EIGHT IRONWOOD DAILY GLOBE, IRONWOOD, MICHIGAN FRIDAY, JULY 30, 1965. 1 Rails Lead Way As Mart Makes Substantial Gain NEW YORK (AP) Rails paced the stock market to a substantial gain in fairly active trading early this afternoon. Motors, steels, chemicals, electrical equipments, oils and nonferrous metals went along Gains of fractions to around a point predominated among key stocks. The rails were bought on prospects of increased military i traffic and the market as a i whole responded to reports of record second-quarter earnings and a fading of the threat of a recession Obituaries Pipeline Work ~ Is Progressing Benjamin Rixey WAKEFIELD — Ben j ami Oscar Rixey, 54, of Orov i 11 e, j p ana ma, Inc., the construction Calif., died July 21, according, firm work j n g on the natural gas to word received here by re- pipeline, has made considerable latives. He was a son of the late Mr. and Mrs. John A. Rixey, Davis Location, Ironwood, and a t tended school at Puritan. Surviving are two sisters, Briefly Told A meeting of the Gog e b i c County Central Labor Council will be held Saturday, July 31, at the union hall, Chairman James Hosking has announced. eral weeks ago. j A small crew has been working near the Montreal River in Wis-j consin and in some parts ofj Ironwood Township. So far that The Hurley Public Library will be closed for two weeks, Aug. 2 through Aug. 14, Mrs. a n - nounce ° Mrs. Ernest E. Carr of Wake- j crew has dug about 18>000 feet of field and Mrs. Inez C. Meckley j trench) a company official re- of Oroville, and a brother, W i 1- j ports. Ham L. Rixey of Ironwood andj working eastward from south several cousins. Two brothers, i of superior, crews have laid 66,Enoch^ and^ ^Arthur, ^ and a sis-! 000 feet of p j pei an d crews ~..,_^,_ ^ J working eastward from Ashland | have put in 74,000 feet of pipe.' ed that crews are having con-; ****** Orblck, preceded him in death. Vietnamese Have Heavy Casualties By RONALD I. DEUTSCH SAIGON, South Viet Nam (AP) — A Viet Cong force at- -Roy L. Mus- ! slderaWe trouble digging near I ™ aon center 75 miles southwest of Establishment Of Kimball Shoe Factory Delayed Establishment of a new shoe factory in the Town of Kimball has been delayed, v it was announced this morning by Carl Prosek, Kimball town chairman. Weinbrenner Shoe Company of Merrill, Wis., a subsidi a r y of Textron, Inc., of Milwaukee, had planned to start operation of a new plant in Kimball next Monday, Aug. 2 Prosek said, however, that Edward Ott, vice president of the Weinbrenner firm, has informed him that the comp any . katt, 71, prominent retired busi- the Bad River due to the swamp eg a U.S. mill__________ j,_j m, _______ ,-.. ______ anri nnipUcianrt in that, arpa Heavy uctoucuuico, a u.u. iiuu and inflicted L^ot^^ead with establish- Airlines continued to move | nessman, died Thursday morn-1 and quicksand in that area He also stated that crews have : tai lower on balance because of \ ing. , • n. i the government suggestion that; Funeral services will be held ; started breaking up rock a fewirlllas they might lower fares or raise i at 2 p.m. Saturday at the First | miles east of Saxon. announced. An estimated 125 to 500 guer- services Aerosrace issues were mixed, Presbyterian Church with the Rev. James McKeever officiat- Crews working westward from Marquette have been mak: the Tan An regional center with 57mm recoilless rifles and machine Aerosrace issues were mixea, Rev. James McKeever official- ^ictiiiucuc imvc uccu nm*. m B ,. spokesman said showing partial recovery from!ing. Burial will be at Riverside| slow Progress because of the ^''viet Con* sent a '. recent profit taking. j Cemetery. hard granite that must be pene- The Associated Press average I The family home at 602 Hough- trated in order to lay the pipe, of 60 stocks at noon was up 2.4 ton St., will be open to friends 9 nl Y rock crews have been wr- 1 at 325.4 with industrials up 2.8, i until 5 this afternoon, from 7 to i in & in tne Marquette area, as rails ut> 2.5 and utilities up .6. j 10 tonight and during the morn- as Ishpeming. The Viet Cong sent a suicide demolition team to blow up an dump at the center ment of the plant until the Textron Board of Directors gives its approval. Ott told Prosek the board will meet within two or three weeks. According to Prosek, Ott expressed confidence that the board will approve the establishment of the plant and that there will be no change in the The Dow Jones industrial average at noon was 879.55 up 5.32 at The top steelmakers and autos posted fractional gains mostly. Prospects of another strike deadline loomed in the steel industry but opinion was that the government would probably manage to obviate a strike in view of the stepped-up military program. Prices advanced in moderate trading on the American Stock Exchange. Corporate and U.S. Treasury bonds were mostly unchanged. Stock Market NOON QUOTATIONS NEW YORK (AP)—Following is a sectioned list of stock transactions on the New York Stock Exchange at midday with net change from previous close. Allied Ch 46% U V\ Am Can Am Mot Armou ' Beth Steel Calum H Ches & Ohio Chrysler Cities Service Consumer Pw Cont Can . Copper Rng Det Edison Dow Chem du Pont East Kod Ford Mot Gen Fds Gen Motors Gen Tel Gerber Gillette Goodrich Goodyear Hamm Pap Inland Steel Inter Chem InterVak Ir Int Bus Mch Int Nick Int Tel & Tel Johns Man Kim Clk LOF Glass Ligg & My Mack Trk Mead Cp Mont Ward NP Central Penney JC PA RR Pfizer Repub Stl Sears Roeb Std Oil Ind Std Oil NJ Stauff Ch Un Carbide US Steel Wn Un Tel U—Up. D—Down. 49V4 U 10% D 37% U 36V 2 U 22% U Vs V4 ing hours Saturday. , u The company official also spokeman ref Communist casualties, if any, Mr. Muskatt was born May 9, stated that the crews moving 1894 at Ishpeming and moved to i westward from Marquette c a n lciaicu 111 ^ UC11L „„= Sidnaw as an infant with his I expect to be faced with granite:: ^ esrnancls ^ d the Viet Cong ^_ 11.- Li- ,,_ , * — anri harri rnr-k fnrmat.inns mnst. »pUKeMiicin bdiu uie vicu vuiig, related incident, the | new operation. Prosek said Ott told him th; company is anxious to come to Kimball and wants to get the operation started as soon as possible. had to es- parents tne late Mr ana Mrs. "'""<""„"£ *"the U° oer i blew U P a briclge between Tan :tablish the plant in the Town of Jacob Muskatt. In 1904 the fam- °J the way across tne upper harassed! v^^-iv* r,««, o-avo.ro ily came here and established Muskatt's Department Store. Roy attended the Ontonagon schools and was graduated from Ontonagon High School in 1912. He entered the University of Peninsula. Hoffa An and Cao Lanh and harassed) Kimball's new garage. Can Lanh with five rounds of • Prosek said Ott has asked that 60mm mortar fire and small j the town hold the garage for arms fire. A woman and two; the company, pending action children were reported i by the Textron Board of Direc- wounded. in the U. S. Army. He saw action in World War I with Section 590 of the Army Ambulance Ser- until Continued from Page One in newspapers. The trial was Militiamen were sent to the moved from Nashville to Chat-i area but no contact with the tanooga because of newspaper j Viet Cong was reported. j publicity in that city. j * * * The defense also objected to! Communist guerrillas also of the shelled the district headquarters Wilson's • of Nghia Hanh, 85 miles south of tors. t^nPrii 4it trnS P, • Wa l instructions to the jury, and al-1 Da Nang. Government casual- signed. Sgt. Muskatt received 10(IOH ,, fr . 0 , lri .. < n -6»^<* fpcM l ties were termed "verv lieht." 43% U VA. 1/4 1/4 i/s 1/4 Vz 1/4 % VA 57% U 55 U 38y 8 U 35% U 67 2341/2 U 851/2 U 52% U SQi/2 97% U 40V4 U 443/4 U 3,; 36'/s 551/s U s/. 467/8 43V 2 U V 44 U i/ 313/4 U 3, 36 U i, 4771/2 U 2 843/8 U 3 52% U 51% U 49% U 53V4 U 82V4 U 34% U 41 U 30% D Vz Vs Va Vz •i / Va '/2 Vs 52 U IVa 65Va U 42% U 1V4 57 U Vs 42 65% U 49% U 76 U 60V 4 U 49% U 38 CHICAGO LIVESTOCK CHICAGO (AP) (USDA)— the French Legion of Honor Medal and the Italian War Service Medal but returned the Italian medal to that count r y during World War II. After his army discharge he became affiliated with his father in the family business until 1931. For the next two years he worked for a brokerage firm in Philadelphia and Chicago. Upon the death of lis father in 1933, he returned to Ontonagon and assumed management of the business until his retirement in 1961. Mr. Muskatt was one of Ontonagon's ers and was one of the two organizers of the Ontonagon Golf Club in 1928. He was a director emeritus of the Citizens State Bank of Ontonagon and had served as president and vice president of the board of directors for many years; was also vice president of the Ontonagon County Historical Society to the present time and was a past president and active member of the organization. For 12 years he served as a member of the Ontonagon Village Council and also served for several years as a member of the Ontonagon County Selective Service Board. He was a member and past commander of Smith-A dams Post, American Legion; member of Lake of the Clouds Post, Veterans of Foreign Wars; Masonic Lodge, Hancock Elks Lodge and the Ahmed Temple Shrine, Marquette. He was the only member of the Ontonagon Rotary Club to be elected president of the club for two different terms. In 1935 he was united in marriage to Mae McKenzie of Ontonagon, who died in 1945. He is survived by his wife, the former Margaret Randleman; one brother, Hiram Mus- katt of Ontonagon; four nieces and one nephew. leged "fraud" in Partin's testifies were termed "very light. mony to the grand jury. I Several thousand men of the Four related cases are pend-' u - s - 17 3rd Airborne Brigade ing before the 6th U.S. Circuit : continued a sweep operation 35 Court of Appeals. One of them miles southeast of Saigon but involves Lawrence Medlin, for the second day no significant! ""Mack' vice chairman of the Nashville, whose case was sev- i contact with the Viet Cong was; Senate ' Appropriations Com- i e> fr ^fj* _(_ i t __' Tdnor-t-arl ! . _.-. ~_ , Counties to Get $403,158 Upper Michigan's 15 counties will receive $403,158 from the state in the present fiscal year— tnanks t0 a bil1 authorized by Josenh S Mack J° s £P h been an* ' as RA Festival to Be Held Aug. 28 The seventh annual Tri-State Royal Arch Association Festival will be held at Bessemer o n Saturday, Aug. 28, at the Bessemer Masonic Temple. The officers of chapters from Michigan will open the festival at 1 p.m. (CDT). The Wisconsin chapters will confer the Mark Master Mason degree at 1:15 p.m. The Past Master -and Most Excellent Master degrees will be conferred by Minnes o t a chapters at 3 p.m. Immediately following t h e se degrees, the Tri-State Royal Arch Association will hold a business meeting with the election of officers. The site for the eighth annual Tri-State R o ya! Arch Association Festival will be determined at this time. At 6 p.m. a dinner will b e served for the companions and their ladies. The Royal Arch Mason degree will be conferred by chapters from Michig a n beginning at 7:30 p.m. The candidates for the several degrees in Capitular Masonry will be coming from each of the three states participatin g Grand officers from s e v e ral states are expected to be in attendance, Ted Johnson, high priest of Minerva Chapter, Bessemer, said "This festival affords the companions an excellent opportunity for a day of fine fellowship and comparison of the work of the sister states." Dinner reservations must be in by Thursday, Aug. 26. and may be made by contacting any of the following members: Norman Dahlen, 805 Sunset R o ad, Ironwood; Ted Johnson, Rt. 1, Box 44, Bessemr; or Paul Becker, 401 W. Lead, Bessemer. Hospital Notes GRAND VIEW. A d m i tted Thursday: Wilbert Bjork, Bessemer, Waino Hakkinen, North Lake Road, Toivo Hill, 113 W. McLeod Ave., Julio Negrini, 331 W. Larch St., medical; Mrs. George Reardon Jr., 119 W. Midland Ave., surgery. Discharged Thursday: Victoria Basso, Charles Pederson, Watersmeet; Wilbert Bjork, Bessemer; Mrs. Mary Giackino, Ramsay; Mrs. William Koivisto, ___ Mrs. George Goyins and baby, ture prepared to go back horn* Matt Siirila, John Grigg, Iron- today for another six weeks No Major Action Will Be Taken By Legislature By DICK BARNES Associated Press Writer LANSING (AP)—The legisla- wood. DIVINE INFANT, Wakefielcl. discharged Thursday: Mrs. Dorothy Scott. Bessemer; Mrs. with all indications that nothing major would come from its two- day, midsummer sitting. Action had been deemed possible in at least four areas when John Miller, Watersmeet; Mrs. Peter Strnad, Ewen; Mrs. Joseph DeRosia, Mundel e i n , 111. Hurley Police Arrest Suspect The Hurley Police Ironwood Police Department,! tol Thursday. Instead, there were these developments: —Senate Republicans said they would support all 23 of Gov. George Romney's vetoes, providing a big enough bloc of votes to keep Democratic majorities from overturning any of the governor's rejections. —House Democrats turned down in caucus a proposal by Romney and Atty. Gen. Frank Kelley that a special constitutional amendment election b« held in November on a plan leading to gubernatorial filling last night made an arrest in con- 1 . nection with the iwpnf SDI-PP of ! Judicial vacancies necnon vvitn tne iccent spiee or. . break-in and theft cases report-!. NQ ap . reement was reached ed in the two cities. Officers of the Hurley department reported this morning that a man, from outside the local! in a highway sign control con- trovery. —no * * * definitive action was area, was arrested in the Club Carnival, 14 Silver St., Hurley. Hurley police officers, upon taken in planning for the autumn return of legislators. A fifth topic, the proposed U.S. Constitutional amendment shells that had been taken from the Pedri Hardware Store Hurley earlier this week. The stolen articles were found in an empty lot on the north side of the city, reported police. ] The department has not re- f ece ered from Hoffa's and who was : reported. then convicted in a separate; . The spokesman said one guer- trial. The others are Jacques Schif- mittee, said the bill, (S-33), is to hike the per acre payments rilla was found dead and anoth- f tne state Treas ury and .... . er wounded. He speculated that; Game and Fish Pund to tne fer, Chicago, a Hoffa attorney the casualties might have been • coun ties on state owned lands. cited for contempt of court, and! victims of an Okinawa-based B52> Mack called the bill, "an im- two other men convicted of at-j Dombers that hit the tempted jury tampering, Nash- i Thuysday ville attorney Z.T. Osborne Jr. and Henry Bell, a New York Longshoremen's Union official. area i portant first step for our area my ultimate objective- Wisconsin compan'l o n s a rej ^^J 1 ^ ^Il^Ltl!? ma " asked to contact one of the following Wisconsin members:! George Jarvis, 2628 Hughitt Ave. Superior, or Arthur J. Olson, 24 A. Hayes Court, Superior. County jail, officers stated. , diciary Committee. The House Elections Committee said when it received the amendment, it would invite expert testimony, thus delaying any final action until fall. Little sentiment could be found for the Romney - Kelley proposal to have the governor Iro'n ril1 a11 3 uci ' cial vacancies—even those caused by retirement of a USW Considers Notice of Strike By H. L. SCHWARTZ III PITTSBURGH, Pa. (AP) Ironwood police reported that Juc ! ge at th £ efncl of >? 1S fterra - *° the suspect uses the names O f i ud f- e ., would fac f election until William Kilodeaux and Robert 1 he nacl spent at least 18 months Bronson and gives his address on the bench ' as 1981 Vallejo Ave., Valleio, Calif. The man is being held at the Iron County jail in Hurley, officers stated. Funerals 8 P.M. Entry Deadline Set WAKEFIELD — Officials Of the Invitational Tennis Tournament which is planned to begin Hogs 4,000; butchers steady to ! h * s weekend at Wakefield, have 25 higher- 1-2 200-225 Ib 2475- indicated that the entry deadline ° ' ' noc Kacm nfannrrar* -ft*f\t-m c 4-« o 25.00; mixed 1-3 190 - 260 Ibs 24.25-24.75; 2-3 260-300 Ibs 23.7524.25; mixed 1-3 325-400 Ib sows 21.75-22.75. Cattle 5,500; calves none; slaughter steers steady to 25 lower; five loads prime 1,2501,350 Ib 28.75; high choice and prime 1,150-1,400 Ibs 27.75-2850; Choice 1 100-1,350 Ibs 26.00-27.50; high choice and prime 850-1,050 Ib slaughter heifers 25.75-26.00; Choice 800-1,050 Ibs 23.50-25.75. CHICAGO PRODUCE CHICAGO (AP) — Chicago Mercantile Exchange — Butter steady to firm; wholesale buying prices 1 A to Va higher; 93 score AA 59V-i; 92 A 59 1 /-;; 90 B 58%; 89 C 57!/2; cars 90 B 5QVz; 89 C 58. gu Eggs steady to firm; wholesale ouyi ng prices unchanged to Vz higher; 70 per cent or better Grade A Whites SIVa; mixed SlVa; mediums 25V2; standards 26; dirties unquoted; checks 21. MBS. ALMA A. WICKLUND Funeral services for Mrs. Alma A Wicklund, 74, of G i 1 e, who died Sunday, were held Thursday afternoon at the St. Paul Lutheran Church, the Rev. Oliver A Hallberg officiating. Interment was at Rivers i d e Cemetery. Pallbearers were Eugene Palo, John-Ponce, Dale Grogan, Urho Tuominen, Donald K a n- gas and Eero Helin. Out of town persons attending the services included Mr. and Mrs. Allan Wicklund and f a m- ily, Mr and Mrs. Larry Wicklund and family, Mr. and Mrs. Dale Grogan and family, M r. and Mrs Patrick Kennedy and family, Mr. and Mrs. Eugene Palo, Mr. and Mrs. Eero Helin and Mr. and Mrs. Donald Kangas, all of Waukegan, 111; Mr. and Mrs Adrian E. Mitchell of Bridgeport, Conn.; Mauri Wicklund of Iron Mountain; Mr. and Mrs. Roy Kiiskila of West Chicago, 111.; Mr. and Mrs. Leslie Wicklund of Peoria, 111.; Mr. and Mrs. Juan Ponce of Gurnee, 111 ; Mr. and Mrs. R e i n o Wicklund and family and M r and Mrs Leonard B. Coleman and family, all of Zion, III.; Mr. and Mrs. Keith Hardie of Sun Prairie, Wis.; Mr. and Mrs. Lorn D. Johnson of Superior; Mrs. Maud Pemble and Mrs. Kenneth Pemble of Mercer. CHARLES PERTTU SR. Funeral services for Char 1 e s P e r 11 u Sr., Bruce Cross i n g, were held July 20 at 1 p.m. at the North Bruce Lutheran Church with Dr. K. A. Holmio, Hancock, officiating. Burial was at the Bruce Crossing cemetery. Pallbearers were his six sons- Einard of Bergland, Reino and through the'12th grade; "j u n- Charles Jr. of Bruce Crossing, has been changed from 5 to 8 p.m. tonight. The tournamnt is open to all players, regardless of w h e re they live. Five divisions of singles competition are planned, includ i ng: Men's, for men 18 and over; boy's for boys in the 9th grade Miltarv informants oimtwl towam . m y uiumaie uujeuuve- Tne United steelworkers execu- Militaiy informants quoted, whlcn 1S to have all taxes on. |tive board and wage policy to con- State's Death Toll Is Down intelligence reports as saying; state-owned lands in the Upper! that 100 Viet Cong disguised asjpeninsula paid on an e q u a 1 \ p ™ Buddhist monks gathered in a mountainous area near the operational area. Artillery fire rein tax rate. Dasis to those paid by private , owners on the regular ad valo- Under an EAST LANSING (AP)— Mich- n rtnvs strike nn ' igan bl e nwav traffic deaths in ic steel indust?v"i the flrst six montns of the year ic steel industry. and water accident deatns to interim contract date both are below the same House Speaker Joseph Kowalski, D-Detroit, said the issue of judicial vacancies was not urgent enough to warrant a special statewide election on a constitutional amendment. Many legislators said the Romney-Kelley proposal went too far. Currently, vacancies are to be filled by retired judges, but there aren't enough ex- judges to carry the load. The situation has aggravat- problem of court case was turned on the area taut) The payments represent that averted a strike May 1, ei- periods last year, state police there were no reports that the target was hit. * * * An air strike in a nearby area Tuesday hit a Buddhist pagoda and 24 monks were wounded. U.S. and Vietnamese planes a one-third increase over t h e j ther side is free to serve 30 days ! report 1964-65 totals, Mack announced. I notice of termination on or after j Highway accidents during the Marquette County, with $52,- Aug. 1. That \vould make mid-, six-month period killed 874 per- 652 due from the treasury, tops night Aug. 30 the earliest possi- \ sons and injured 68,880 in 147 -! the payment list in Mack's 38th! ble date for the nation's first 8G7 accidents. Deaths were 1 Delaying the amendment for a year would mean that all 13 circuit court judgeships created by the legislature this year would Senatorial District — about $5,000 less than Luce and School- continued to hammer suspected i craft Counties in the east e r n Viet Cong concentrations in South Viet Nam, U.S. military spokesmen reported. In air attacks on North Viet Nam today, U.S. Air Force and Navy planes hit port facilities, barracks and staging areas, spokesmen said. All planes returned safely, they said. Premier Nguyen Cao Ky announced the South Vietnamese air force will receive its first 25 jet fignter planes from the United States next week. The force now has only propeller-driven aircraft. U.S. Ambassador Maxwell D. Taylor left Saigon for the Unit- CU Ola jtV lUU.d.y, dlUlng Illo UIl - • Upper Peninsula. The breakdown of payments by counties is as follows: Gogebic, $2,157; Ontonagon, $12,900; Houghton, $8,428; Baraga, $14,829; Marquette, 52,652; Menominee, $18,168; Schoolcraft, 56,886; Mackinac, $40,438; Luce, $57,433; Keweenaw, steel strike since 1959. down Q npr rpnt frnm Q«7 h f I ciown 9 per cent from 963 but i Although negotiations report- i injuries were up 9 per cent from j men ^ eclly have not progressed as' 63,348 and accidents increased ! well as expected, serving of; 14 per cent from 130,057. mi S ht fin r,;,,,, ^ 1 nine o strike notice would be routine. There were 159 deaths in 282 h,, by Dr0 n 0 sed constitutional Both sides had hoped, how- water accidents reported up un-i n n ptrn % ",£'„ ever, that agreement on an in- til July 29, 41 fewer than the 300 ' ^ LLl . uu ' i-<*ui.uj, dustry- wide contract could be j fatalities during the same peri- reached before Aug. 1 or that; °d last year. progress would be sufficient to : make a strike notice unneces-j sary. $720; Dickinson $43803; Iron,; Union SQUrces said Tnursday j $16 ' 4 <? 1; cA0lge £',r *?oV? " tnat L w - At) el, steelworkers wa, $45,506; Delta, $12,477. THE WEATHER President Continued from Page One meet with Johnson. The only governor missing was John N. j ""£ he union and industry president, and chief industry negotiator R. Conrad Cooper had met several times this week. They said it was possible some sort of breakthrough vould delay or eliminate a strike notice. the general cratic feelings. "It is so broad that it would virtually eliminate the election of judges," said Rep. J. Bob Traxler, D-Bay City, majority floor leader. "There are five recorders court judges due to retire in the TEMPERATl'HES IN IRONWOOD Friday, July :i(), l!Mi5. For 24 hr. period ending ;.it 12 noon. , , 2 p.m. 74110 p.m. . oi (i a.m. 58' next year and a half, and the e pim. 69 R " d a n in ht sain -I'm' 57 governor would be able to ap- s p.m'. BO; 4 a!m'. 59 ; Noon'™' i>5 point their successors, Jan. 1 Humidity, 82 per cent. Barometer: 0 a.m. 29.88; Noon 29.98. ior boys' for boys in the 8th grade and below; girls' for girls up to 18 years of age and women's for women over 18. A small entry fee will be charged to cover the cost of tennis balls. The tournament is being sponsored with the cooperation o f the Wakefield Cardinal Booster Club. Martin of Levering, Robert o f Racine, Wis., and Arvo of Bruce Crossing. Out of town rel a t ives and friends attending the services, besides the sons previously mentioned, were Mr. and Mrs. Robert Caudill of Marquette, Mr. and Mrs. Victor Laforge o f White Bear, Minn., Mr. and Mrs. George Peterson of Forest Lake, Minn., Mrs. Brian Mattson of Klamath Falls, Ore., Mr. and Mrs. James Elliot o f Livonia, Mr. and Mrs. Roy Brown, Mr. and Mrs. Willia m Harmala, Mr. and Mrs. Matt President of Academy Of Art Will Retire BLOOMFIELD HILLS (AP)— Zolton Sepeshy, president of Cranbrook Academy of Art, will retire June 30, 1966, the academy has announced. Sepeshy has been with the since 1931. institution Mew Bazooka Attack Kills 3, Wounds 18 VIENTIANE, Laos (AP) — Another mysterious bazooka attack on downtown Vientiane Kumpinen, Mr. and Mrs. Matt Thursday night killed three per- Karri, Mr. and Mrs. Clarence sons and wounded 18. Most of Carlson and Matt Lassila o f the victims were attending an Ishpeming, Mr. and Mrs. Ern- open-air theatrical performance, est Trick of Racine. Friends Six bazooka shells were fired from the Copper Country, Berg- from a Buddhist cemetery in the land, and other surroundi ng: northeast part of the Laotian communities also attended the capital. They were aimed to- services, ward the Chinese Communist \ and Soviet embassies and fell near the home of Col. Bounk- Hong Prad'.chit. a police chief. year tour of duty in South Viet! Dempsey of Connecticut, who is j been negotiating on three levels Nam. He will be replaced next• visiting Ireland. I since Abel took comrnancj of tne , month by Henry Cabot Lodge. \ Before leaving the conference,; union June l from D id j j Albany, clear "U.S. forces will remain here j all except Hatfield and Michi-; Dona i d as long as is necessary to do gan's Republican Gov. George; Tnere have b t involv- whatever is necessary," Taylor ~^" ' — said in a brief a farewell state- THE WEATHER ELSEWHERE By THE ASSOCIATED PRESS High Low Pr. Albuquerque, clear 78 87 ment. Saddle-Lites Club Meets The Saddle-Lites, a s a d d le club of Gogebic County, r e • cently held a meeting at t h e home of Debbie and Pam Gustafson. At that meeting, Meg Hendrickson brought with her a Corona Roll breast collar that she had made, copied from the Western Horseman magazine The members of the club then agreed that they should make one for each of the horses, green and white in color, and nose bands, in time for the county fair. Attending the recent practice session for the horse show to be held September 5 at the Gogebic County fairgrounds were Dennis Cerioni, F r ed Friedman, Debbie and Pam Gustafson, Linda, Brenda and Maurine Auvinen, Trudy S i p - pola, Julie Kangas, Chris and Connie Kivi, Susan Peterson and Louise and Robert Bolich. The next practice session will be held Saturday at 9 a.m. at the fairgrounds. The next club meeting will be held Monday, August 2, at 7:30 p.m. at the home of Connie and Chris Kivi. First Liberty Loan bonds were offered to the American people in 1917. Church Events Mass — St. Paul's Lutheran. The Confirmation Class will meet at 9 a.m. Saturday. There are more than 20,000 species of wasps. Atl anta, clear ...... 81 Bismarck, cloudy - „ , .. , ^.~^ ,^,. ^^ , a ^ LUVULV- Romney voted for a resolution : ing tne 10 major steel com "endorsing the principles of the ; nies and union bargainers from ; Boise, clear position of this country (on Viet tne various p]ants aimed Boston, clear Nam) as enunciated by the solving long-standi ng local prob- Bu »' a ' c " clear President." i ems 6 j Chicago, clear ..... 73 From Johnson's standpoint | Tnree subcommittees al Cincinnati, clear the White House session could have worke d on contract issues ' Cleveland, cloudy 1-4i-\/-»j-MTMfrn-lnc«OC'ni'i/"»aOOlTa/"»QlTGa . _.. _ «v*kjj ._ _____ _ ___ be counted as a success because b ene fjj; S anc j Romney came away expressing problems. subsidiary unit Denver, clear Detroit, clear 49 M 70 89 60 96 61 81 60 69 54 65 76 52 72 52 86 60 M a strong endorsement of the Abel and a five . man union I Fairbanks, clear President's latest move to ex- team nave met ith Coop and ;Fort Worth, clear pand the country's mihtary tnree indust negotiators at ""'""" - 1 — commitment in South Viet Nam. least once a week and more fre _ And even Hatfield wavered a q uen tly in recent davs to review bit. He said he felt a little better JrogreL at the lower levels and about Johnson s search for a di scuss the key issue of wa e peaceful solution after hearing Tne union £ seeki * • from the President, Secretary of cents an nour B { State Dean Rusk Secretary of and benefit increases in a thr / e . Helena, clear Honolulu, clear ... Indianapolis, clear Jacksonville, cloudy 90 74 .36 Juneau, cloudy 71 77 94 88 86 78 51 52 67 56 73 51 70 46 Kansas City, cloudy 86 67 Los Angeles, cloudy 83 Louisville, cloudy Defense Robert S. McNamara year contract Tne industry Memphis, clear and others, including even Lady gran ted an 11.5 cent an hour M ja mi Bird Johnson. However, Hatfield said he increase in the interim contract Milwaukee, cloudy to eltoer to Mpls.-StP.. cloudy ri ° ...... -------------wants to see deeds follow words. wages or benefits f h ri ° He expressed regret about in- contract tensified military steps, saying, Cooper nas said howe Okla. City, clear "I am not totally convinced they tnat tne industry ' d t ,„,„ „„,„,. —^^_ „„„ ,„* 80 89 .87 74 81 70 55 61 74 52 63 will bring negotiations any er.' Licenses to Wed Applications for marriage licenses have been made at the office of the Gogebic County clerk by the following: Boyd Elton Brievogel and Mabel Marie Shaver, Gleason, Wis. Dennis A. Dicks and Margaret Ruth Wheeler, Walker, Minn. William Paul Chiapuzio and Diane Lynn Waurio, Woodruff, Wis. Motorcyclist Dies DETROIT (AP) — George R. Condash, 22, of Plymouth, died Thursday of injuries suffered July 22 when his motorcycle crashed in Huron Township. : Omaha, cloudy cents without " prejudice as i Philadelphia, clear whether the ultimate settlement Phoenix, c lear would be more or less Pittsburgh, clear .. Ptlnd, Me., clear . Rapid City, rain .. Richmond, cloudy . St. Louis, cloudy Man Forfeits Bond For Reckless Driving Frank Schlosser, Howe 11, Mich., forfeited a bail bond of $56.45 in Iron County Court at Hurley after he was arrested by the Hurley police on a charge of reckless driving. It was charged that the offense took place on First Ave. , South Hurley. Iron County Judge Arne H. Wicklund ordered the bail bond forfeited Movies shown abroad by U.S. movie companies earn mo r e overseas than they do in the United States. .07 New Orleans, cloudy 86 73 1.36 New York, cloudy . 81 63 . 85 63 . 85 63 . 81 59 102 77 , 74 51 . 79 56 .. 95 63 . 76 63 . 82 60 Salt Lk. City, cloudy 97 69 San Diego, clear ... 70 65 San Fran., rain 64 56 Seattle, clear 90 59 Tampa, cloudy ... Washington, clear Winnipeg, cloudy . (M—Missing) (T- . 90 73 2.54 . 84 65 . 74 55 -Trace) 01 RANGE SKIES Sunset today 8:34. Sunrise tomorrow 5:40. Moonset tonight 10:23 p.m. First Quarter Aug. 4. The Delta Aquarid meteors are now at their maximum. The shooting stars of this shower move slowly and have long paths through the sky. 1967, despite the fact that there is an election two months before that," he added. Postponing the popular vote on the constitutional amendment until November, 1966, "will give us ample time to make precise decisions as to what the governor's power should be," said Ryan. * * * The sign control disagreement led to a heated indirect exchange between Rep. Dominic Jacotaetti, D-Negaunee, advocate of liberal controls, and highway director Howard Hill, backer of strict sign regulations. Jacobetti said the State Highway Department precipitated $139 million in U.S. highway funds from Michigan unless the state adopted a sign control law. Hill denied it. The state's former law was thrown out by the Michigan Supreme Court earlier this year. For a time the highway department suspended taking of highway bids and pushed for fast action on a new sign law — on the advice of the U.S. Bureau of Public Roads. Bids again are being taken, prompting several lawmakers to say the problem could wait until fall. Amidst continuing theorizing that the legislature might not return of its own accord in the fall, leadership continued to say that lawmakers would indeed follow their own resolution to come back Sept. 14. "there's no move afoot to change the resolution that I know of," said senate majority leader Raymond Dzendzel, D« Detroit. Portland Man Heads Teachers Association EAST LANSING (AP) — Th« Michigan Teachers of Vocational Agriculture Association selected Clark H. Bullen of Portland Thursday as its new president. Bullen succeeds William Yant of Bay City. li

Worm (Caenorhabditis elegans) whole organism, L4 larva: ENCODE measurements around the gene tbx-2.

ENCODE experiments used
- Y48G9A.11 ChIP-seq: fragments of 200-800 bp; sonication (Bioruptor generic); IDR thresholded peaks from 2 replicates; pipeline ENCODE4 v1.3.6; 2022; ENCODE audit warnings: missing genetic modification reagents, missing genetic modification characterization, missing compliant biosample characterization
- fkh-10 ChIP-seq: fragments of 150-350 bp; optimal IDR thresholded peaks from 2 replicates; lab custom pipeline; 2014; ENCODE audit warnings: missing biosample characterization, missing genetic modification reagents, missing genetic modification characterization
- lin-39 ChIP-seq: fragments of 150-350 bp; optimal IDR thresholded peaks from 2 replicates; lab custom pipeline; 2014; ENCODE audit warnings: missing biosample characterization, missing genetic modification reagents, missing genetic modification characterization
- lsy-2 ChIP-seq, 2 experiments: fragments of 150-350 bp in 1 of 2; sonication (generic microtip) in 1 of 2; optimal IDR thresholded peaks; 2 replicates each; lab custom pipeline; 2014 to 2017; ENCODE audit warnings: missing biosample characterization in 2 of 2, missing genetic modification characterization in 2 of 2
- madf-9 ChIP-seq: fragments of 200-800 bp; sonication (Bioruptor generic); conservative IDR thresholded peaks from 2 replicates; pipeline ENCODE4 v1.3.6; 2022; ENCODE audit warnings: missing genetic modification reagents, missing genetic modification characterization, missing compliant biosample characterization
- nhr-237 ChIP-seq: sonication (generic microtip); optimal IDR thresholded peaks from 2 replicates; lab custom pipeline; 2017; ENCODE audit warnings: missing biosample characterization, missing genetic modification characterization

What members have found on this page

Get access to Newspapers.com

  • The largest online newspaper archive
  • 11,100+ newspapers from the 1700s–2000s
  • Millions of additional pages added every month

Try it free